Then we went to stand in front of Monegar choultry which is opposite to the famous Stanley Medical College. Stanley Medical college came up in 1830 due to endowment by Raja Sir Ramasamy Mudaliar to serve the local people of Madras, as the only English Hospital then was inside the fort and was open only for Europeans. The college got its name as it was inaugurated by a British Parliamentarian Lt. Colonel Sir George Fredrick Stanley in 1933. Monegar Choultry had its origins much before, with a village headman, locally known as a ‘maniakarar’, establishing a gruel centre here in 1782 which grew over the years to be a place for destitute and seriously ill.
We then travelled on Basin Bridge Road, then on to Walltax Road and stopped in front of Padmanaba Theatre (which is about to be demolished) near Telegraph Abboy Ln. We went through the area called as the seven-wells, where in 1772 was the first organised water supply of Madras began. It is told that on one occasion, Mysore ruler Hyder Ali’s troops tried to poison the water source one night.
Karunguzhi Parcel Case
Mr Sriram shared a story of a popular murder mystery that happened in this area in early 20th century which was written by the famous writer Randor Guy and in many other books (Famous Murder Trials by Subrahmanya Rajagopalan). It was “The Karunguzhi Parcel Case”, so called because on January 12,1934 6 parcels arrived at Karunguzhi railway station but were not claimed for few days. It turned out to be containing body of a 22-year-old young beauty identified as Seethammal. She came from a poor Brahmin Iyengar family and was married to a cook Parthasarathy employed in a temple. She soon eloped with one Ramanujam and settled in Peddu Naicken Street, which was in this area. The murder suspect was Ramanujam and the case generated lot of public interest and was heard before Sir Owen Beasley of Madras High Court, with noted lawyers of the day Sir Alladi Krishnaswamy Iyer appearing as well. He got a death sentence but due to his friends at high places and a strong campaign about Ramanujam’s innocence he walked a free man.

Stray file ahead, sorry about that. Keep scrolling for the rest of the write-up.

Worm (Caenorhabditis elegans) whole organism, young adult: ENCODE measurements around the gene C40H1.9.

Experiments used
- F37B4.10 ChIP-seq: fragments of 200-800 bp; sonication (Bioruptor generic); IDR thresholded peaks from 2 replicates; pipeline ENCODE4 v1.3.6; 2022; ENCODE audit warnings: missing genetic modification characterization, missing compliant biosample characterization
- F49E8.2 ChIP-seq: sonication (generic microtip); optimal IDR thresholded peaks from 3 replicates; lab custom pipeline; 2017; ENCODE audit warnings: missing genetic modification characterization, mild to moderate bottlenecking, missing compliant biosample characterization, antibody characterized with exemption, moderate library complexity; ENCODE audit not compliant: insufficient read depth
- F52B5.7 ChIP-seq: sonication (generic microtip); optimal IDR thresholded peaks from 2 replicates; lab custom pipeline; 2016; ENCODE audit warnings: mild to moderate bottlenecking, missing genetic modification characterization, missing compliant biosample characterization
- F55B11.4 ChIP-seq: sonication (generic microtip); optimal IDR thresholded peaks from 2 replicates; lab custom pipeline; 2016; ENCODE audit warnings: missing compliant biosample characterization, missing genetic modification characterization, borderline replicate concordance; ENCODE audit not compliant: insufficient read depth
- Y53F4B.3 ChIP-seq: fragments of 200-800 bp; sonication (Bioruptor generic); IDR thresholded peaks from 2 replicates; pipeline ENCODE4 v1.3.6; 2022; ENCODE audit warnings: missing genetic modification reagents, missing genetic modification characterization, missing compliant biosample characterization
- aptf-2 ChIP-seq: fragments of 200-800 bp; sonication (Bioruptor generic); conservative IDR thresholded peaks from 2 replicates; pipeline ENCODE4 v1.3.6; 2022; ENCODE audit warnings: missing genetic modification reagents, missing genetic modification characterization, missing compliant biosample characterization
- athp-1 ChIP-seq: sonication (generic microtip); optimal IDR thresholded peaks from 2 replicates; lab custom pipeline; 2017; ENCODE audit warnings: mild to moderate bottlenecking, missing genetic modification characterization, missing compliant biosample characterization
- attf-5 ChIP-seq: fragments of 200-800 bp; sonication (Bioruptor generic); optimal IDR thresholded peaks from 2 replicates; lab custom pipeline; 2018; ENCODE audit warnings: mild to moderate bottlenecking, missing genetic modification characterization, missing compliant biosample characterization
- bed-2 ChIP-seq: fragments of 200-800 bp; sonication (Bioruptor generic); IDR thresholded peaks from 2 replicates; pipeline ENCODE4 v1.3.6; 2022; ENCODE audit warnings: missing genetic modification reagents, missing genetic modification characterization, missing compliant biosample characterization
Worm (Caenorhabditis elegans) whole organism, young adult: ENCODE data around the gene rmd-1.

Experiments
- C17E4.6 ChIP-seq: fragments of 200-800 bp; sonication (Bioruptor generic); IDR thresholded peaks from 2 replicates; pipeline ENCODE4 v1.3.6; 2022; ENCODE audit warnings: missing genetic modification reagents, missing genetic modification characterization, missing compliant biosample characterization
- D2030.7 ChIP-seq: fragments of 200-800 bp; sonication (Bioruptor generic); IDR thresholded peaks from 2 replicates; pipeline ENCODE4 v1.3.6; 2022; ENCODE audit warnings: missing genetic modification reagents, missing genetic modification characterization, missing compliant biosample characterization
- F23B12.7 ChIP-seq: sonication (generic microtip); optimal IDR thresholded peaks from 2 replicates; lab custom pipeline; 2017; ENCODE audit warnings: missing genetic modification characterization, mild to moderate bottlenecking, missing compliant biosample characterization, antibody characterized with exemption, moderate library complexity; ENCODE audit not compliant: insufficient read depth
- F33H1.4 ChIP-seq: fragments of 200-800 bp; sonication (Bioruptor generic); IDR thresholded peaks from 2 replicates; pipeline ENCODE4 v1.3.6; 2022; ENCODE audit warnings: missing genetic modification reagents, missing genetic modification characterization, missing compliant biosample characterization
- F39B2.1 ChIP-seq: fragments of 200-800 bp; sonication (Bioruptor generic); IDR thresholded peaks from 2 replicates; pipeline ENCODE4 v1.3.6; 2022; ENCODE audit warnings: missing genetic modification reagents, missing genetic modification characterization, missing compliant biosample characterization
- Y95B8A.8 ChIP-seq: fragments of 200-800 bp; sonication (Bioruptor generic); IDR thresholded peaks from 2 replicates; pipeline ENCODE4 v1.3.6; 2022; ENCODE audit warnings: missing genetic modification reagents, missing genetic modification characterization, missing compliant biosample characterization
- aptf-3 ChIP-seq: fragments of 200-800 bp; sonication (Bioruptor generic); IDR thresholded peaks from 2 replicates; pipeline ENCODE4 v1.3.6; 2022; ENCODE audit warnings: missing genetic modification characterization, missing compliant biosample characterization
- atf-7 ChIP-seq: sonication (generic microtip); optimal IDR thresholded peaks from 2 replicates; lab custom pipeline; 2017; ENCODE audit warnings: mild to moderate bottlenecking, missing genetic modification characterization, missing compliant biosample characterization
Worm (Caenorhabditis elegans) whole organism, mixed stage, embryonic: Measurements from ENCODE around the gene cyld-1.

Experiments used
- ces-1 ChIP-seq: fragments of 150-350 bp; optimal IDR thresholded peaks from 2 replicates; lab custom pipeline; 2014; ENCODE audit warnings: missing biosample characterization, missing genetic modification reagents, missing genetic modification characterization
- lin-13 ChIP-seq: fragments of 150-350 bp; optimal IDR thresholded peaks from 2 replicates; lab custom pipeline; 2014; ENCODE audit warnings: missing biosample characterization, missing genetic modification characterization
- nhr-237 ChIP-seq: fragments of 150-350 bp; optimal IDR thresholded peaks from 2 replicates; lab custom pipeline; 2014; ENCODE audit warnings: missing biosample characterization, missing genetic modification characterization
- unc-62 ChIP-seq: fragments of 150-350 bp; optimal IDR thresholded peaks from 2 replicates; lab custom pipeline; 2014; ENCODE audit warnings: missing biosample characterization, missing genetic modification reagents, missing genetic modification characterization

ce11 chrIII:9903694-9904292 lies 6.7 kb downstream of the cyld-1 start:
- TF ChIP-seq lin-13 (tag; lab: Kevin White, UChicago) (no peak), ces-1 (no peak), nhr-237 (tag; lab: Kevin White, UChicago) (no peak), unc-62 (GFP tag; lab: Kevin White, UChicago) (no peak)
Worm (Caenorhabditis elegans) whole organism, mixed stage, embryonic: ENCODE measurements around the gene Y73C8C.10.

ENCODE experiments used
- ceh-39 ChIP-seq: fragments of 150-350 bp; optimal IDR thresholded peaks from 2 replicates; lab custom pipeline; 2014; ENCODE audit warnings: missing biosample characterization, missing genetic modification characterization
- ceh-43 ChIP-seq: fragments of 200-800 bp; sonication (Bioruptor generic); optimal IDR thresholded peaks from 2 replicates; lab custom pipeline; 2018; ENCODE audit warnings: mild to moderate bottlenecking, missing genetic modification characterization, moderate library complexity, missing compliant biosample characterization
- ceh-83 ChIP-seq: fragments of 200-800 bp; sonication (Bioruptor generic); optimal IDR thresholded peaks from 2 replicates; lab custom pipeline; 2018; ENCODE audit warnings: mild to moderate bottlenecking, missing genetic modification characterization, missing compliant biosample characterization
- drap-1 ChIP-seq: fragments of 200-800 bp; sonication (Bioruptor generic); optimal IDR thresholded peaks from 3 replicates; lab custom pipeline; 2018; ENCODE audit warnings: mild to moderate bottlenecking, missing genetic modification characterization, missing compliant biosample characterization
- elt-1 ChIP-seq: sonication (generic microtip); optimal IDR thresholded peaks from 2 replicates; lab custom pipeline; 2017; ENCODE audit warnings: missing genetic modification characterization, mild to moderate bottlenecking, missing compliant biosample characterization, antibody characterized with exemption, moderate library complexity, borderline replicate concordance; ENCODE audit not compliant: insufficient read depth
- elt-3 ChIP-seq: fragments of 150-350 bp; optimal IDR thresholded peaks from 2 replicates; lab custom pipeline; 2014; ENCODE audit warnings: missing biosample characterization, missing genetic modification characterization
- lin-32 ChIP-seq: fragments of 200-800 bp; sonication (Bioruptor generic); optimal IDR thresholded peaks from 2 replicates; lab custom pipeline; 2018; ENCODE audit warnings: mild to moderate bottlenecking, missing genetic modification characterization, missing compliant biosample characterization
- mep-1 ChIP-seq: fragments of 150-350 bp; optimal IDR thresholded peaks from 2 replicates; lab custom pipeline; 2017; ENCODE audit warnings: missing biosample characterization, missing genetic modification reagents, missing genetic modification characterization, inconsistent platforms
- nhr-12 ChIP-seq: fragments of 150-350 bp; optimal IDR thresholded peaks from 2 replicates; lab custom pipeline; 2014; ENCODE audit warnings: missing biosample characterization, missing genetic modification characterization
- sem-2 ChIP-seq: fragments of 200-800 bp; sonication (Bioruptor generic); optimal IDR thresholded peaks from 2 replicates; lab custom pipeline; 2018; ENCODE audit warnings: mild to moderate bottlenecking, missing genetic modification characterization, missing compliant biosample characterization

Coming back to the Madras Fort wall, the construction of the wall was to be funded by a tax, giving the road its original name Walltax Road – now called as VO Chidambaram Pillai Road. The tax was opposed by the residents and the British Parliament coming in support to them withdrew the tax. By the 19th century, with British firmly in power in all parts of India the wall became redundant and started its decline, with the city growing on all sides.
As the last stop we were taken to the temple “Sri Satyanarayan Mandir” in Walltax Road/Rasappa Chetty Street corner where Chuckler’s gate would have been. The temple is run by Paramananda Doss Chota Doss Gujarati Dharamshala where Super Star(s) are rumoured to be frequenting for Divine blessings. Thanks to the priest there we got a great darshan and piping hot Kesari sweet.
After 3 Hours of going around where the Fort Wall in George Town would have been, we came back to where we started. Then we were led to Hotel Saravana Bhavan for a delicious Mini Tiffin (Breakfast). A perfect beginning for a day.
The entire photo album of pictures I took today can be seen here.
Mr Sriram’s own blog post of the tour can be seen here and his account of Fort wall here.